Subdermal implants like Nexplanon are the worst for acne because they contain so much progesterone.
How to find your birth control:
Use Curology’s search tool HERE to find the birth control you use and what the study found about its effects on acne.
I searched for Ortho Tri-Cyclen Lo and found that it’s pretty moderate on the acne-healing scale (which makes sense because it has MOSTLY rid me of my hormonal acne).
Image zoom Curology
The information presented here is only meant to inform. Consult with your doctor or dermatologist before beginning any course of treatment.
- By Madison Vanderberg
Ethinyl Estradiol; Norgestimate tablets
In some women, tenderness, swelling, or minor bleeding of the gums may occur. Notify your dentist if this happens. Brushing and flossing your teeth regularly may help limit this. See your dentist regularly and inform your dentist of the medicines you are taking.
If you are going to have elective surgery, you may need to stop taking this medicine before the surgery. Consult your health care professional for advice.
This medicine does not protect you against HIV infection (AIDS) or any other sexually transmitted diseases.
What side effects may I notice from receiving this medicine?
Side effects that you should report to your doctor or health care professional as soon as possible:
breast tissue changes or discharge
changes in vaginal bleeding during your period or between your periods
coughing up blood
dizziness or fainting spells
headaches or migraines
leg, arm or groin pain
severe or sudden headaches
stomach pain (severe)
sudden shortness of breath
sudden loss of coordination, especially on one side of the body
symptoms of vaginal infection like itching, irritation or unusual discharge
tenderness in the upper abdomen
weakness or numbness in the arms or legs, especially on one side of the body
yellowing of the eyes or skin
Side effects that usually do not require medical attention (report to your doctor or health care professional if they continue or are bothersome):
breakthrough bleeding and spotting that continues beyond the 3 initial cycles of pills
mood changes, anxiety, depression, frustration, anger, or emotional outbursts
increased sensitivity to sun or ultraviolet light
skin rash, acne, or brown spots on the skin
weight gain (slight)
This list may not describe all possible side effects. Call your doctor for medical advice about side effects. You may report side effects to FDA at 1-800-FDA-1088.
Where should I keep my medicine?
Keep out of the reach of children.
Store at room temperature between 15 and 30 degrees C (59 and 86 degrees F). Throw away any unused medicine after the expiration date.
NOTE: This sheet is a summary. It may not cover all possible information. If you have questions about this medicine, talk to your doctor, pharmacist, or health care provider.
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Ortho Tri-Cyclen (Ethinyl Estradiol & Norgestimate)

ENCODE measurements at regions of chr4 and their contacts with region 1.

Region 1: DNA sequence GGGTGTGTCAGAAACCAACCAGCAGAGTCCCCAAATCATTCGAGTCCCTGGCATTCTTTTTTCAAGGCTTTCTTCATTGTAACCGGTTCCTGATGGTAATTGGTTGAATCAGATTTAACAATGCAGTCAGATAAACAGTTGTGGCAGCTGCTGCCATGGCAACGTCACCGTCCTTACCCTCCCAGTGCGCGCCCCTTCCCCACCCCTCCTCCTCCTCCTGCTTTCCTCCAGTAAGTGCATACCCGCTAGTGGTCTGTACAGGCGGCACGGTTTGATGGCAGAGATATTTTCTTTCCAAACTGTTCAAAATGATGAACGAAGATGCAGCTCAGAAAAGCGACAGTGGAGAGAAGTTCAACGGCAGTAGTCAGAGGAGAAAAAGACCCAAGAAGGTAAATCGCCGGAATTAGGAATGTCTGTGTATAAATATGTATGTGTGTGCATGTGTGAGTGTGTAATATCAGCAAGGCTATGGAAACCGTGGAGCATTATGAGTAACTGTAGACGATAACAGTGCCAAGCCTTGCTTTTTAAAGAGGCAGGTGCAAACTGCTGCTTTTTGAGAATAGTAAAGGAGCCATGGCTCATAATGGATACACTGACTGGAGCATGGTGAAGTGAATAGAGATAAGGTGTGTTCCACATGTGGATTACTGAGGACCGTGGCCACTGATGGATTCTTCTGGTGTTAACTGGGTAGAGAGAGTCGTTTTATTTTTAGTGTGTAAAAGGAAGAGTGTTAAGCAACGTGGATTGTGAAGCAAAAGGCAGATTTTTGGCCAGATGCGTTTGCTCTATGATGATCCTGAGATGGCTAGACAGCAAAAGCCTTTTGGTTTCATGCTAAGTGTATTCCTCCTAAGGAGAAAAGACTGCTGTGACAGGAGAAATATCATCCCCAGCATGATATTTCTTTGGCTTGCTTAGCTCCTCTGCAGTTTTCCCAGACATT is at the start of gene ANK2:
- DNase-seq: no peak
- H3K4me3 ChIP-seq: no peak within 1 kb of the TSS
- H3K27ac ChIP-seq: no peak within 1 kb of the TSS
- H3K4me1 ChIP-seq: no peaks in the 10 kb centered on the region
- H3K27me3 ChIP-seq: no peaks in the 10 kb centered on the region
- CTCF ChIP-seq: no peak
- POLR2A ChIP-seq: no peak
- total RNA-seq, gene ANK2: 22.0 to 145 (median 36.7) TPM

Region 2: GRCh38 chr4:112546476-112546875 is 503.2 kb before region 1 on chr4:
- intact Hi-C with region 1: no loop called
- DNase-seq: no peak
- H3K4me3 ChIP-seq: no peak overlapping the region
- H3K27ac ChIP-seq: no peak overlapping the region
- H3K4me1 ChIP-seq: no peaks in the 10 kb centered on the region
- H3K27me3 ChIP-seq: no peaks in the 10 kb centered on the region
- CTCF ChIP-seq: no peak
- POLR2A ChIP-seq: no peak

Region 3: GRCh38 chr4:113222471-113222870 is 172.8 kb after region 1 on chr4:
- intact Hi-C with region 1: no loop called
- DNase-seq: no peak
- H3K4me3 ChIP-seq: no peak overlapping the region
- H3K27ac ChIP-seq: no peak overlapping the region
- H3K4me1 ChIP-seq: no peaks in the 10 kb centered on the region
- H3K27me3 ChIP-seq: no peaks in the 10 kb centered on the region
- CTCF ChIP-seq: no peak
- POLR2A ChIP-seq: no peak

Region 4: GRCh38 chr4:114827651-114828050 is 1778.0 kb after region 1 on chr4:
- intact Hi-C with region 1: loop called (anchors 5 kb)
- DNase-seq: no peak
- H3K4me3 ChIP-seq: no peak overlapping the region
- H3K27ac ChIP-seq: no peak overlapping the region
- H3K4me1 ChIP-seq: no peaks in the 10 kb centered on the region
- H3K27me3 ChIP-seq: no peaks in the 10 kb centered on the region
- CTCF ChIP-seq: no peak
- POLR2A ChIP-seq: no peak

Table Of Contents
- What is Ortho Tri-Cyclen?
- Important Information
- Before taking the Medication
- Dosage Information
- What happens if I missed a dose?
- What happens if I overdose?
- What to avoid while taking medication?
- Side Effects
- What other medications affect this Birth Control option?
- chest pain
- unusual vaginal bleeding that has not been assessed by a physician
- Difficulties with circulation, kidneys or your eyes due to diabetes
- a history of hormone-related cancer like breast or uterine cancer
- liver cancer
- a history of jaundice due to pregnancy or birth control pills
- High blood pressure, heart disease
- gallbladder disease
- Kidney or liver disorder
- seizures or epilepsy
- A history of irregular menstrual or
- A history of nodules, lumps, fibrocystic breast disease, or an abnormal mammogram
- Hints of a blood clot in the lung – rapid breathing, chest pain, sudden cough, wheezing, coughing up blood
- Hints of a blood clot in your leg – pain, swelling, heat, or redness in one or both legs
- Heart attack symptoms – pressure or chest pain, pain spread to shoulder or your jaw, nausea, perspiration
- liver problems – nausea, upper stomach pain, itching, exhausted feeling, loss of appetite, dark urine, clay-coloured stools, jaundice (yellowing of the skin or eyes)
- a change in the pattern or severity of migraine head aches
- a breast lump
- Symptoms of melancholy – disposition changes, sleep difficulties, weakness, exhausted feeling
- changes in appetite or weight
- vomiting and/or nausea
- breast tenderness
- nervousness, head ache, dizziness
- difficulties with contact lenses
- unusual menstrual spotting or bleeding
What Is Ortho Tri-Cyclen?
Ortho Tri-Cyclen includes a blend of female hormones (ethinyl estradiol and norgestimate) that prevent ovulation (the release of an egg from an ovary). This drug also causes changes in uterine lining and your cervical mucus, making it more difficult for a fertilized egg and more difficult for sperm to reach the uterus.
It is used as contraception to prevent pregnancy.
It might also be used for functions not listed in this medication guide.
Don’t use Ortho Tri-Cyclen if you’ve had a baby or if you’re pregnant.
Taking birth control pills can raise your risk of heart attack, stroke, or blood clots, in case you are heavy, or particularly if you are at risk of having high blood pressure or diabetes.
Smoking can significantly increase your risk of heart attack, stroke, or blood clots. You must not take birth control pills if you are over 35 years old and smoke.
You may have to use back up birth control, like a spermicide or condoms, when you begin using this birth control option or if you miss a dose. Follow the directions of your physician.
Some drugs can make Ortho Tri- Cyclen less successful in preventing pregnancy, including hepatitis C medications, antibiotics, HIV/AIDS medicines, seizure medicines, or barbiturate sedatives. Inform your doctor about all other medicines you use.
Before Taking The Medication